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How did this affect companies’ decisions?

Scheid: It seems that the larger companies had already prepared as much as possible for potential changes by this point. The ones who needed European operations had already set them up in the period between 2016 and 2019, where we also see the spike in our statistics. But the situation is the opposite for small- and medium-sized businesses. It can be a major decision for a small business owner to embark on setting up abroad, especially those that are not swimming in capital. And when you add the pandemic to the mix, it was logical for many to wait and see what kind of framework agreement would be reached post-Brexit and at the same time weather the pandemic.

So what do you predict for 2021?

Scheid: 2020 taught us to be cautious with predictions, but the evidence I see today points to a massive backlog of investment projects. Since the new trading framework has been in place, the number of enquiries we are receiving is skyrocketing. It looks like there is a lot of interest right now, even though travel is still limited due to the pandemic. We will have to wait and see how this plays out, but I think we will see another sharp increase in projects either this year or next.

Can you describe the types of companies coming to Germany from the UK?

Scheid: You can segment it in a few different ways. First of all, the UK is a great place for start-ups and service providers. There are so many fast-growth tech companies in areas like fintech and artificial intelligence that receive funding for international expansion and then look to set up abroad. Many of these settle on Germany as a base to reach the largest consumer market and industrial base in Europe and serve the whole of the EU.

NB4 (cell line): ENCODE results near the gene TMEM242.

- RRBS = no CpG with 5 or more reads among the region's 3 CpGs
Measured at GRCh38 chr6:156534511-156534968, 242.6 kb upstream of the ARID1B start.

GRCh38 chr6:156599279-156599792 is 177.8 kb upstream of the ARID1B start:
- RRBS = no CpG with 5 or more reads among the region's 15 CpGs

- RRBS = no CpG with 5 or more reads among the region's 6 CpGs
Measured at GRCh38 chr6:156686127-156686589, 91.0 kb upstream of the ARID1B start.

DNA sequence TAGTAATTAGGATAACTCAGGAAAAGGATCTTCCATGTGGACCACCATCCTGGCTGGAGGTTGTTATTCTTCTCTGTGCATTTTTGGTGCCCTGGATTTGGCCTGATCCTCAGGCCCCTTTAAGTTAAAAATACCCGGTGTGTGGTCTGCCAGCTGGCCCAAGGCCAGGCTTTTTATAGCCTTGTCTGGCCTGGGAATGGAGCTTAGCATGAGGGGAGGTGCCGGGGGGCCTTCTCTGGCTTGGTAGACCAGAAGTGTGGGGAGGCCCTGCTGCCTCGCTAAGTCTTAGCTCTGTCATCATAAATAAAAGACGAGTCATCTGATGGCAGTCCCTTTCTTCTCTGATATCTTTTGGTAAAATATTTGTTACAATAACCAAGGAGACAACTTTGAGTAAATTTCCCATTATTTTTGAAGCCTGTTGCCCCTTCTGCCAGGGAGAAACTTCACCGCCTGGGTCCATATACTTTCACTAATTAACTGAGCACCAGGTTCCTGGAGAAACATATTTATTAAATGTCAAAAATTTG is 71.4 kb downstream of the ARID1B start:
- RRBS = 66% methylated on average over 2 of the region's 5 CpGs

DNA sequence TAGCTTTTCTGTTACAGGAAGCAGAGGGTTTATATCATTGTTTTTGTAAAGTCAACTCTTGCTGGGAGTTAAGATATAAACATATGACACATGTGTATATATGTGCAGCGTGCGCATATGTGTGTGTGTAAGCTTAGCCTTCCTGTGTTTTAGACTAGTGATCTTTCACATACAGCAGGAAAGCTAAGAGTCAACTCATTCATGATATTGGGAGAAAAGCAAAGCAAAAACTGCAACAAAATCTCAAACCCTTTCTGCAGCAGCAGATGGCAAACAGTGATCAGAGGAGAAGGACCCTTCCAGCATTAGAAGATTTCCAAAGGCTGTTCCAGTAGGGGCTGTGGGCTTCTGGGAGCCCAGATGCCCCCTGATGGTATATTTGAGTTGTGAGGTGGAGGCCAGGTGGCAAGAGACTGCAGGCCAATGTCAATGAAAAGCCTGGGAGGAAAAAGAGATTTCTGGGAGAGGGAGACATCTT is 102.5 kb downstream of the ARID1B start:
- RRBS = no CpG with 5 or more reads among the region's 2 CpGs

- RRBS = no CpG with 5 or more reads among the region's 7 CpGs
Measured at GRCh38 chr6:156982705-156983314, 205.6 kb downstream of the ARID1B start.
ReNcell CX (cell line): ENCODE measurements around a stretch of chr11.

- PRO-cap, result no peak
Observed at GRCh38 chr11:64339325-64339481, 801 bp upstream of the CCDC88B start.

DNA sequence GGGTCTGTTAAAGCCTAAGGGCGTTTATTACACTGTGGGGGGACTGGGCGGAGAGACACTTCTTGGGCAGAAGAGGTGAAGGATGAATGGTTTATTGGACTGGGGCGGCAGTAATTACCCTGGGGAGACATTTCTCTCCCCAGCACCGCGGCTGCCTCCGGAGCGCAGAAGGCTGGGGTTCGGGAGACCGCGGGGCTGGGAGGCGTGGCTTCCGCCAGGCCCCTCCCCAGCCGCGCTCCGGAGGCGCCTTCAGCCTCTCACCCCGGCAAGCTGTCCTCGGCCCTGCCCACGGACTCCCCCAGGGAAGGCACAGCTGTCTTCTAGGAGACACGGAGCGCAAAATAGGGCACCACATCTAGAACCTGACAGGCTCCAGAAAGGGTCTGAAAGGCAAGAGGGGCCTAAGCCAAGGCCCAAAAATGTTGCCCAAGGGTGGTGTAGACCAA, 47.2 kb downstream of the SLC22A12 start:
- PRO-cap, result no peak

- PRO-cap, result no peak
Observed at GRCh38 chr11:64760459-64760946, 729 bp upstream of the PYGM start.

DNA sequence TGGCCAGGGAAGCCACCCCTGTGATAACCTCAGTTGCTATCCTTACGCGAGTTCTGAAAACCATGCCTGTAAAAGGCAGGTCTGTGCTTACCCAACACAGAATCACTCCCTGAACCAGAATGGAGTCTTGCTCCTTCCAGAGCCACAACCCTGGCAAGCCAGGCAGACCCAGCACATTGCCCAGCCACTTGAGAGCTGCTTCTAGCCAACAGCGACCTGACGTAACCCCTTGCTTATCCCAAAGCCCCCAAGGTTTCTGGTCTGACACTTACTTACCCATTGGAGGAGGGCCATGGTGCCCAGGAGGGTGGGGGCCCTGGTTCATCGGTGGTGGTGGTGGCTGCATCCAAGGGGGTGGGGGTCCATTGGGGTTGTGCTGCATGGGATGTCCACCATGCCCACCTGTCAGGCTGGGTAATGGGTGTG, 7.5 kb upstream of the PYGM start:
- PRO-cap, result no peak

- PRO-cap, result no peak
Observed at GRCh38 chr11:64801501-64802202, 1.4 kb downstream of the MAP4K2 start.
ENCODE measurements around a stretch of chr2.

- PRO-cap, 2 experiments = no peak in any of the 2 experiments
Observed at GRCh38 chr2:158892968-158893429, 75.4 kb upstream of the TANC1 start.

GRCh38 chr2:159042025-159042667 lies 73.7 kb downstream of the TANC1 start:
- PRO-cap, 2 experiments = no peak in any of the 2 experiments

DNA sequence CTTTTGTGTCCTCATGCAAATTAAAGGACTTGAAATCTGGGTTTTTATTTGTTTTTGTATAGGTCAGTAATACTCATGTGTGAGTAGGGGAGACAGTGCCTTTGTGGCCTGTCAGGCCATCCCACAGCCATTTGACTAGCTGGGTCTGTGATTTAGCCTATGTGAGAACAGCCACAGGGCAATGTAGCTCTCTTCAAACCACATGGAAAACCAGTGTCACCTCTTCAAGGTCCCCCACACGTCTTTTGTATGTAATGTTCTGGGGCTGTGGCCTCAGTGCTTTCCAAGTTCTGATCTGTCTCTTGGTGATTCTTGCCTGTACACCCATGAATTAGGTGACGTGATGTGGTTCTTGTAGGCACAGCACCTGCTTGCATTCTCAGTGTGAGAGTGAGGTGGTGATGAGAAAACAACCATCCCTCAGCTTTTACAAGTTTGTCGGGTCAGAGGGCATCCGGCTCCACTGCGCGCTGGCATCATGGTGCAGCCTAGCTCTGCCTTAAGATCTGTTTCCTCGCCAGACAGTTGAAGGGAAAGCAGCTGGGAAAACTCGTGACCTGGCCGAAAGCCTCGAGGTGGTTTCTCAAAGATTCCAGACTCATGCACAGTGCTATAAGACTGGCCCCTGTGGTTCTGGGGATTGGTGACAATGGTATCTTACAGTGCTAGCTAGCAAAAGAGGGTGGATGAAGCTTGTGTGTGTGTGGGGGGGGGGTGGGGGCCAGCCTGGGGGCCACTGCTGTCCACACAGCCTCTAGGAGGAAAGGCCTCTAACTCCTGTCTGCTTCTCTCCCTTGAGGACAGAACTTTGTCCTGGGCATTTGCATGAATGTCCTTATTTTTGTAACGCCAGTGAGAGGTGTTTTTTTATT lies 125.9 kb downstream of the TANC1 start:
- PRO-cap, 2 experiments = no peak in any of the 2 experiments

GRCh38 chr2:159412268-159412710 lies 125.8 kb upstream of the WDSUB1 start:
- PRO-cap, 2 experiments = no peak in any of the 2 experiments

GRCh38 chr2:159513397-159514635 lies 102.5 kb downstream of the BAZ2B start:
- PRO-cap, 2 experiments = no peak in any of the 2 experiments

What is new this year is the influx of companies adversely affected by the new post-Brexit framework. Let me give you one concrete example. The new rules allow customs-free access to the EU for British manufacturers, but there are complex rules of origin for products that are imported, elaborated, and exported into the EU. For example, I have spoken with small automotive suppliers who have wires and cables made in China, import them to the UK and then supply them to automakers across Europe. Now they are facing customs duties since their products are not actually made in the UK. These types of companies are in urgent need of a hub within the EU.

So are companies actually closing up shop in the UK and moving to Germany?

Scheid: This is very, very rare. Nearly half of the companies we have assisted name Brexit as at least one factor in their decision-making process, but none of them have abandoned the UK. And it’s in all of our interest to keep economic ties strong, so we are happy that UK companies see Germany as a place to grow their business while keeping one foot firmly planted in their home country. This creates a genuine win-win out of a challenging situation.